Joe Biden Net Worth 2022 (Forbes) – Salary, Income, Earnings

Joe Biden Net Worth 

Joe Biden has an estimated net worth of $9 million. Joe Biden is the president of the United States. He also served as Barack Obama’s vice president from 2008-2016. He disclosed $1.5 million in net worth at the end of his term as Vice President. Before becoming vice president, he often referred to himself as a “middle class Joe” with a net worth less than $500,000. His income soared in 2017 to $11 million, primarily from book royalties and speeches after leaving the White House. It is estimated that Joe and Jill earned a shade under $17 million between 2016 and 2019.

Joe Biden briefly practiced law before entering politics. He was elected as Delaware’s longest-serving senator and the fifth-youngest senator in history. His 2008 presidential campaign never gained traction, but Democratic nominee Barack Obama chose him as his running mate, and Biden went on to serve two terms as the United States’ 47th vice president. Obama awarded Biden the Presidential Medal of Freedom at the end of his presidency in 2017. Biden launched his presidential campaign two years later and was elected as the 46th President of the United States.

To calculate the net worth of Joe Biden, subtract all his liabilities from his total assets. Investments, savings, cash deposits, and any equity he has in a house, car, or other similar asset are included in the total assets. All debts, such as personal loans and mortgages, are included in total liabilities.

Here’s the breakdown of his net worth:

Name: Joe Biden
Net Worth: $9 Million
Monthly Income: $30 Thousand
Annual Salary: $400 Thousand
Source of Wealth: Lawyer, Politician

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Early Years

Biden, who was born on November 20, 1942, grew up in Scranton, Pennsylvania, before ascending to one of the country’s highest political offices. Joseph Biden Sr., his father, cleaned furnaces and sold used cars. His mother was Catherine Eugenia “Jean” Finnegan.

Biden credits his parents for his toughness, hard work, and perseverance. “Champ, the measure of a man is not how often he is knocked down, but how quickly he gets back up,” his father frequently told him. He has also claimed that when he returned home depressed after being bullied by one of the neighborhood’s older kids, his mother would tell him, “Bloody their nose so you can walk down the street the next day!”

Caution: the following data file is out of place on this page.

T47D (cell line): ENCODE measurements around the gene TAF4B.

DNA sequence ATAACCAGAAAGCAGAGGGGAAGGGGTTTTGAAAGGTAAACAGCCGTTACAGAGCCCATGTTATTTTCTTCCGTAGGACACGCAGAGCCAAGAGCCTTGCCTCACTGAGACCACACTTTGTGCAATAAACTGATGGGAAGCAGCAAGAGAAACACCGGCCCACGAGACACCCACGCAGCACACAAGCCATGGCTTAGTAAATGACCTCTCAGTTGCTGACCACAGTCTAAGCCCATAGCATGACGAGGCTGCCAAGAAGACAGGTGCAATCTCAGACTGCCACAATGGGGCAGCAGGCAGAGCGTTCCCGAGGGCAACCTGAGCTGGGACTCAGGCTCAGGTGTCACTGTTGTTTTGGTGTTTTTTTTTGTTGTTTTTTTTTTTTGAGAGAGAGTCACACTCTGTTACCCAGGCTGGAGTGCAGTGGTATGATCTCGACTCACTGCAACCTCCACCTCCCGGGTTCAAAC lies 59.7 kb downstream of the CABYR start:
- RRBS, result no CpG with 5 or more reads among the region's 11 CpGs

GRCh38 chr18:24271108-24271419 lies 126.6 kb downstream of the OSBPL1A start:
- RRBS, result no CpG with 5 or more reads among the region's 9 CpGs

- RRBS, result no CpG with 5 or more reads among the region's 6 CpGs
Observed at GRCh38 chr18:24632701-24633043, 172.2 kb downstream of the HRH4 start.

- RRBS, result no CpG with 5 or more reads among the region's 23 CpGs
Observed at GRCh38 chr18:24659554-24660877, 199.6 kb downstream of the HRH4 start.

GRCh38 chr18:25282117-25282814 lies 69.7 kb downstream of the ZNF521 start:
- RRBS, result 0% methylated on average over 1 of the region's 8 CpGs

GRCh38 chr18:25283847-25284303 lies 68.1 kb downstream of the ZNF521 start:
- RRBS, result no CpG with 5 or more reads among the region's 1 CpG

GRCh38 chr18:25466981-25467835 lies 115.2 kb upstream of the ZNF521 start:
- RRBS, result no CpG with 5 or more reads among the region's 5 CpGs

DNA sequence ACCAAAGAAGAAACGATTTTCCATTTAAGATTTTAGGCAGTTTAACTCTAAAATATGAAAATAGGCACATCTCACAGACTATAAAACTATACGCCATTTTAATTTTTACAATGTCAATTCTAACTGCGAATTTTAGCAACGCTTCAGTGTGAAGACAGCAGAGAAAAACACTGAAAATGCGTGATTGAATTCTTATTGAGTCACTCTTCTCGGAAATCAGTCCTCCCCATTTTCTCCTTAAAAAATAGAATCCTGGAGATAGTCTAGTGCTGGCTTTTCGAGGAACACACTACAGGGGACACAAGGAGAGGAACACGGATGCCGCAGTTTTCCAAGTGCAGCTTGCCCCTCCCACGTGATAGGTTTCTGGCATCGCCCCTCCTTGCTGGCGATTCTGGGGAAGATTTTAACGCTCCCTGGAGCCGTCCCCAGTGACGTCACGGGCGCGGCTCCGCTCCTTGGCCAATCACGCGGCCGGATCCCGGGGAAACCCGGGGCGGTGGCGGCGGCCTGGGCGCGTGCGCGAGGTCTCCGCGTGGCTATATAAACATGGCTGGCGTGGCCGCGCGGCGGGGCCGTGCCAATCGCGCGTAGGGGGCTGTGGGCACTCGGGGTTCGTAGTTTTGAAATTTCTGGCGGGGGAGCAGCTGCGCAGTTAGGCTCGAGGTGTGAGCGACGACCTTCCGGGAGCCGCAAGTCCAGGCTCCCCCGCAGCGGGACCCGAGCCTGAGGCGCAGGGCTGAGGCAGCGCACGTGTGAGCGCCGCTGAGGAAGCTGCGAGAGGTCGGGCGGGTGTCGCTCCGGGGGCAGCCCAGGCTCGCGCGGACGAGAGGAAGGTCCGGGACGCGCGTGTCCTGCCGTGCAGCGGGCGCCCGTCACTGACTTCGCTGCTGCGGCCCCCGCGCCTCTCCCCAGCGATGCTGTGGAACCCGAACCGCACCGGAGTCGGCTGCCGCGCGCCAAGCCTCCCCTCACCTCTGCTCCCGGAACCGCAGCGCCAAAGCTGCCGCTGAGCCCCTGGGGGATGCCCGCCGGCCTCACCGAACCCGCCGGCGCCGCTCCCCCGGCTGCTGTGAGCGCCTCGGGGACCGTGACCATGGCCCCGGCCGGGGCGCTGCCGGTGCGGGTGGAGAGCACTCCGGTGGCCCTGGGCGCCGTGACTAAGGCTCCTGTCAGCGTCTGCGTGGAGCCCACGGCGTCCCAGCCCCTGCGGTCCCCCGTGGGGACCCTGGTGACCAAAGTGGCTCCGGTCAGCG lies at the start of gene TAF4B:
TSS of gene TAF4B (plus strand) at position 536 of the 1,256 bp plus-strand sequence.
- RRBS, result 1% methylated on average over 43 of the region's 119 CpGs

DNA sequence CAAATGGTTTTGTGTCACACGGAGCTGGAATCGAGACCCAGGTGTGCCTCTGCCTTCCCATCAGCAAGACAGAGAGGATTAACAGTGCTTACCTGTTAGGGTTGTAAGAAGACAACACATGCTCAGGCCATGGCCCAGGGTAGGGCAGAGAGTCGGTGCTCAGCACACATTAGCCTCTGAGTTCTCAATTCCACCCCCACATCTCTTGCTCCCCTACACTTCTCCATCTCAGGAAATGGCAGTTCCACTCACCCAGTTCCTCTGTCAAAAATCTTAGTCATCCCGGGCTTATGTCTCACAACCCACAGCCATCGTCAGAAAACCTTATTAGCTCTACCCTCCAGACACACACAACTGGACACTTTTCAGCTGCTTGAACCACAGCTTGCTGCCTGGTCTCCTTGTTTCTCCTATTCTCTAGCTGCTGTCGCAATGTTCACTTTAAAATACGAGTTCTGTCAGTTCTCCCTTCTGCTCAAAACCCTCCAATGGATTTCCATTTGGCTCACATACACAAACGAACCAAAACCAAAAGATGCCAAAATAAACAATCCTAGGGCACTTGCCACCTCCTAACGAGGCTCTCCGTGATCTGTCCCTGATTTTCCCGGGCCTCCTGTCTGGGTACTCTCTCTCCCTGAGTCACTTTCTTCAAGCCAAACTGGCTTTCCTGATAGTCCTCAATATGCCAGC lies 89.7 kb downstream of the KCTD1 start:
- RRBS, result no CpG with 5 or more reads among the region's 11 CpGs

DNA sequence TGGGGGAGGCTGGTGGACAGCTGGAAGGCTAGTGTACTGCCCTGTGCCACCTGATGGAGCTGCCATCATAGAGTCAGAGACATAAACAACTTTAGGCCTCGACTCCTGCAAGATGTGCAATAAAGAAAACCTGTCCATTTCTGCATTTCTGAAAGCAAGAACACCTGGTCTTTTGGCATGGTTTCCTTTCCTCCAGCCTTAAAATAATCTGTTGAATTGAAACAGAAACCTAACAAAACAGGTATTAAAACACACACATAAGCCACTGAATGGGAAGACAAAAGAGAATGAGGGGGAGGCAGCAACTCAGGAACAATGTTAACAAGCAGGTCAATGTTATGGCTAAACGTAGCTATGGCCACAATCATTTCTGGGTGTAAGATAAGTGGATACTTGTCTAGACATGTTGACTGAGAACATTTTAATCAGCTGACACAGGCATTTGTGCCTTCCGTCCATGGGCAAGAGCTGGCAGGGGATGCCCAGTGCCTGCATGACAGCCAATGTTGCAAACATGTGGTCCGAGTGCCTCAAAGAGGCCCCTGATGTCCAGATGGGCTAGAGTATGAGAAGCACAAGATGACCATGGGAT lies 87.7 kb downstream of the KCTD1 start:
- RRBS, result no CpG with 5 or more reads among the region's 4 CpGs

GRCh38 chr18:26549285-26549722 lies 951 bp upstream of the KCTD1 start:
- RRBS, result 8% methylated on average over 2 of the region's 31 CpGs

Biden attended St. Paul’s Elementary School in Scranton. His family moved to Mayfield, Delaware, when he was 13 years old, a rapidly growing middle-class community primarily supported by the nearby DuPont chemical company.

As a child, Biden struggled with stuttering, and kids mocked him by calling him “Dash” and “Joe Impedimenta.” He eventually overcame his speech impediment by memorizing and reciting long poetry passages in front of a mirror.

Biden attended St. Helena School before being accepted into Archmere Academy. Despite the fact that he had to wash the school windows and weed the gardens to help his family afford tuition, Biden had long wished to attend the school, which he referred to as “the object of my deepest desire, my Oz.”

Biden was a good student at Archmere and a standout receiver on the football team despite his small stature. “He was a skinny kid,” his coach recalled, “but he was one of the best pass receivers I had in 16 years of coaching.” Biden graduated from Archmere in 1961.

College, Marriage and Law School

Biden studied history and political science at the nearby University of Delaware, where he also played football. He would later admit that he was far more interested in football, girls, and parties during his first two years of college than in academics. During these years, he also developed a keen interest in politics, fueled in part by the inspiring inauguration of John F. Kennedy in 1961.